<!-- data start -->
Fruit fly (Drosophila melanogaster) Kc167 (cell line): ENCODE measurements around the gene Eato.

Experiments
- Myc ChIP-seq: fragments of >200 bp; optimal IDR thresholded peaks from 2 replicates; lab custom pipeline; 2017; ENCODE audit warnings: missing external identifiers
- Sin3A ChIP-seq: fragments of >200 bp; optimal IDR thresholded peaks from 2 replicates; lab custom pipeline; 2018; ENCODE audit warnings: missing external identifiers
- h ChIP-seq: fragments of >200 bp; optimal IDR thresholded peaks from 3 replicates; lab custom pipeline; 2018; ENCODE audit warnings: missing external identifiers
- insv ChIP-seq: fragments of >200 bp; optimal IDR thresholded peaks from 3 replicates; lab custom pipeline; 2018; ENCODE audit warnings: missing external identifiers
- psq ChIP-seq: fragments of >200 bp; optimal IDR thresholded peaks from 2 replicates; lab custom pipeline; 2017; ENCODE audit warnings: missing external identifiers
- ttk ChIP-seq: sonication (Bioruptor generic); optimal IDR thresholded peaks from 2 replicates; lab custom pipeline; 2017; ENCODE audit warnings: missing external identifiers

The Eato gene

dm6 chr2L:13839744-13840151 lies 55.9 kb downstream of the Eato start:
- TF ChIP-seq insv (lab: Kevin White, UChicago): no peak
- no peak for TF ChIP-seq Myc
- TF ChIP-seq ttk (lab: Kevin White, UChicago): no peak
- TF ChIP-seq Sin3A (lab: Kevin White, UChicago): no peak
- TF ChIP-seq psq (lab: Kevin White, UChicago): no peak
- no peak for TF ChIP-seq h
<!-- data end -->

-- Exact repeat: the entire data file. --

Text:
Fruit fly (Drosophila melanogaster) Kc167 (cell line): ENCODE measurements around the gene Eato.

Experiments
- Myc ChIP-seq: fragments of >200 bp; optimal IDR thresholded peaks from 2 replicates; lab custom pipeline; 2017; ENCODE audit warnings: missing external identifiers
- Sin3A ChIP-seq: fragments of >200 bp; optimal IDR thresholded peaks from 2 replicates; lab custom pipeline; 2018; ENCODE audit warnings: missing external identifiers
- h ChIP-seq: fragments of >200 bp; optimal IDR thresholded peaks from 3 replicates; lab custom pipeline; 2018; ENCODE audit warnings: missing external identifiers
- insv ChIP-seq: fragments of >200 bp; optimal IDR thresholded peaks from 3 replicates; lab custom pipeline; 2018; ENCODE audit warnings: missing external identifiers
- psq ChIP-seq: fragments of >200 bp; optimal IDR thresholded peaks from 2 replicates; lab custom pipeline; 2017; ENCODE audit warnings: missing external identifiers
- ttk ChIP-seq: sonication (Bioruptor generic); optimal IDR thresholded peaks from 2 replicates; lab custom pipeline; 2017; ENCODE audit warnings: missing external identifiers

The Eato gene

dm6 chr2L:13839744-13840151 lies 55.9 kb downstream of the Eato start:
- TF ChIP-seq insv (lab: Kevin White, UChicago): no peak
- no peak for TF ChIP-seq Myc
- TF ChIP-seq ttk (lab: Kevin White, UChicago): no peak
- TF ChIP-seq Sin3A (lab: Kevin White, UChicago): no peak
- TF ChIP-seq psq (lab: Kevin White, UChicago): no peak
- no peak for TF ChIP-seq h